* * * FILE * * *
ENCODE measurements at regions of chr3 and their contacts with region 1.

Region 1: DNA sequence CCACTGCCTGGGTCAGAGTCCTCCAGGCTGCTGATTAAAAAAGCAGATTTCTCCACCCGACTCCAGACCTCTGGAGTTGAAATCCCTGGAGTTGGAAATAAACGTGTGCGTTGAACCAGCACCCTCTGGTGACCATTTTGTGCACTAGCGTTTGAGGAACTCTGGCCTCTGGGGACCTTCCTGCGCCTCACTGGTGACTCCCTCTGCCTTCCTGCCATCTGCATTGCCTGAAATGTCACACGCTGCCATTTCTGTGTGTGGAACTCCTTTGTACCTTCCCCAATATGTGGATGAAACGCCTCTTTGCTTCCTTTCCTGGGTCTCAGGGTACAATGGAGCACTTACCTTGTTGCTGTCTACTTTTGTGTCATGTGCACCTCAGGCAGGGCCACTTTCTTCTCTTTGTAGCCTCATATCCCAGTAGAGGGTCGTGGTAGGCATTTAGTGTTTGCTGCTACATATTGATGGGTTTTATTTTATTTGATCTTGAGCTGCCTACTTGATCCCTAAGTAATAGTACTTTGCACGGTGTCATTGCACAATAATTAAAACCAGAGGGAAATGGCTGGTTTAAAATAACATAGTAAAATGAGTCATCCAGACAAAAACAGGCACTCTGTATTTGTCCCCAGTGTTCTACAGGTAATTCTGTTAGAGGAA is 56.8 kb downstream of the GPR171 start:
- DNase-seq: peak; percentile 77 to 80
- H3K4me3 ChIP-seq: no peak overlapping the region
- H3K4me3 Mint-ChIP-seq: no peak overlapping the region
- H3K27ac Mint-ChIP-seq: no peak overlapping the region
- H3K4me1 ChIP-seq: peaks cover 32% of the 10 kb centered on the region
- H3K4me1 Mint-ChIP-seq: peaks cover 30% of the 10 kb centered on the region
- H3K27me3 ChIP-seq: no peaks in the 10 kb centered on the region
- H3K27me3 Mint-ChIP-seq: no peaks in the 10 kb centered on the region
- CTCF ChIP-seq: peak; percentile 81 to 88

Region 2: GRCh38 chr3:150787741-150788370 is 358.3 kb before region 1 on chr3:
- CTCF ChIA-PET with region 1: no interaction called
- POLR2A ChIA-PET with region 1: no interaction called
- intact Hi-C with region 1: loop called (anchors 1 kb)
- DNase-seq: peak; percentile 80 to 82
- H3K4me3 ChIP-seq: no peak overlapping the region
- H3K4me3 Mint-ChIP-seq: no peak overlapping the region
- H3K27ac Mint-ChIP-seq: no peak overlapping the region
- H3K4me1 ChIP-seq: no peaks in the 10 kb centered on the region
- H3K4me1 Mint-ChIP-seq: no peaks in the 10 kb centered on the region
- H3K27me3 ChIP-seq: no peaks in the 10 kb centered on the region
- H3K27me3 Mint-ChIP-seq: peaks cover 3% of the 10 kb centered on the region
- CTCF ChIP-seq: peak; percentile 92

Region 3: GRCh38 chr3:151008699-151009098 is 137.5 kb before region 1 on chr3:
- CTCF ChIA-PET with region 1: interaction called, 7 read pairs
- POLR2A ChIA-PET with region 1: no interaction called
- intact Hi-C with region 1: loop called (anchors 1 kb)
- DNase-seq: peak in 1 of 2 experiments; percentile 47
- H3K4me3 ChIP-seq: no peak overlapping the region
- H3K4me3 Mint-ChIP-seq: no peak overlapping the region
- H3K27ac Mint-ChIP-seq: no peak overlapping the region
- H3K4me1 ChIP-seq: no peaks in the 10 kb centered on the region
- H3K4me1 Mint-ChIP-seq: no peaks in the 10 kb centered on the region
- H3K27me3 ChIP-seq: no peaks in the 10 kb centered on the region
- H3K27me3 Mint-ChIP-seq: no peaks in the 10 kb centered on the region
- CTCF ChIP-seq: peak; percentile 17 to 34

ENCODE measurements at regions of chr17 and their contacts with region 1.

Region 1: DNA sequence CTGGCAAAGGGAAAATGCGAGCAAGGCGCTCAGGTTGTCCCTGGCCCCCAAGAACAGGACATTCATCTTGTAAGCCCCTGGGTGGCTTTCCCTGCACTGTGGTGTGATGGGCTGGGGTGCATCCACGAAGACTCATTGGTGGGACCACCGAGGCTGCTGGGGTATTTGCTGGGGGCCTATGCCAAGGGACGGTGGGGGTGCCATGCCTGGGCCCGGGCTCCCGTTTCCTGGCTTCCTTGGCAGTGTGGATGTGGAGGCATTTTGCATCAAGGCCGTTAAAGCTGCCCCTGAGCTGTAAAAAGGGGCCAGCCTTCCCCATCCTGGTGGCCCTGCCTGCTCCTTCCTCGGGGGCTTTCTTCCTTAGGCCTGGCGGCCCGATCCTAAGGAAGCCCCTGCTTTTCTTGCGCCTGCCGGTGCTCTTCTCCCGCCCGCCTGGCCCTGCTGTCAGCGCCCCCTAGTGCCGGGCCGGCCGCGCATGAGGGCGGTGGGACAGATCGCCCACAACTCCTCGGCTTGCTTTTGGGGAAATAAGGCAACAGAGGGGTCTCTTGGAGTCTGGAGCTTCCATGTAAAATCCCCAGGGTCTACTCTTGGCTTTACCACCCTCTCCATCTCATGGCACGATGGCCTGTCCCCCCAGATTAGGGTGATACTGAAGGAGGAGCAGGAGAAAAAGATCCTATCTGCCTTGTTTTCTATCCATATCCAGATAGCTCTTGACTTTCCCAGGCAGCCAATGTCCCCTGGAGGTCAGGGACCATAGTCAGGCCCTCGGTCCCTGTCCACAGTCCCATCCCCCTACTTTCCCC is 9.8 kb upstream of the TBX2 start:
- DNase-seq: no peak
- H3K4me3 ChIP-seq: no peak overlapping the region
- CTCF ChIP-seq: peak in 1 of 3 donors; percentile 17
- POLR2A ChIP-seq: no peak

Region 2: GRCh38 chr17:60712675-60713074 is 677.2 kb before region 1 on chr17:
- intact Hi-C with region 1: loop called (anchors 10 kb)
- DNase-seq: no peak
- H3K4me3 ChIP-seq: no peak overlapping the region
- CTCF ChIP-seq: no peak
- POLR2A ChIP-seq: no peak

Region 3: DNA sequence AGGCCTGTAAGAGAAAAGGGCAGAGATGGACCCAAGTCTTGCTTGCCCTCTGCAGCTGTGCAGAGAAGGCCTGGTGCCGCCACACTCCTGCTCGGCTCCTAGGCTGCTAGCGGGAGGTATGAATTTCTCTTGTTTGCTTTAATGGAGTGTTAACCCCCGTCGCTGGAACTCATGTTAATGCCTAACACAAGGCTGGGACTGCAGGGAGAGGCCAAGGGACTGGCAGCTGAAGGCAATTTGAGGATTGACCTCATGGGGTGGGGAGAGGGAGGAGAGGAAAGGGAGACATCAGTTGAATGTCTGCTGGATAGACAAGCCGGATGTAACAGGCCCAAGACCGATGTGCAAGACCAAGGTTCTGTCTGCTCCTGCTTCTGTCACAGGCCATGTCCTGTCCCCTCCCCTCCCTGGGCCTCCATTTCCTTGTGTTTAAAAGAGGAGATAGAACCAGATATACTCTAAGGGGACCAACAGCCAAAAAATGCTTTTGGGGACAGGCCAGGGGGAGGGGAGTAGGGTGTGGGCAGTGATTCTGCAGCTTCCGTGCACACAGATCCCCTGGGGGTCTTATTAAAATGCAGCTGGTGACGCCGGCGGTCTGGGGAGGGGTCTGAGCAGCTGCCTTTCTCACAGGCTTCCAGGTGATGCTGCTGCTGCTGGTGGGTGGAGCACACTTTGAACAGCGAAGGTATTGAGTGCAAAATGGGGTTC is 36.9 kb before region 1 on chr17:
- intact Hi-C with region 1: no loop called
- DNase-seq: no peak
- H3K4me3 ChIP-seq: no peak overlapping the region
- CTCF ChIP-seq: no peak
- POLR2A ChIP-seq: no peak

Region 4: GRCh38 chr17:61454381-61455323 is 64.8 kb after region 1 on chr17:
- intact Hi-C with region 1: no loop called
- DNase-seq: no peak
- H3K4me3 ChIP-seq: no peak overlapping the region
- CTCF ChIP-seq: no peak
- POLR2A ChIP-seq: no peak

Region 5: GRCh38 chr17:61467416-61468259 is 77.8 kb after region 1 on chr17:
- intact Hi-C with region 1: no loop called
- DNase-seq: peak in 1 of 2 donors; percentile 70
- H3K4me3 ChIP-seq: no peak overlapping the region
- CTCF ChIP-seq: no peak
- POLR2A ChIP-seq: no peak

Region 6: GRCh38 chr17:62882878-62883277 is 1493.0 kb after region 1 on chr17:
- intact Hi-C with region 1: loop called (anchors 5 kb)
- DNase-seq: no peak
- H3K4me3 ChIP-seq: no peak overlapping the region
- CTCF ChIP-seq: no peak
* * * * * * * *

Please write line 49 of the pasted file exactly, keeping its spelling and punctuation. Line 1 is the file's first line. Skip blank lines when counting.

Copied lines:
- POLR2A ChIP-seq: no peak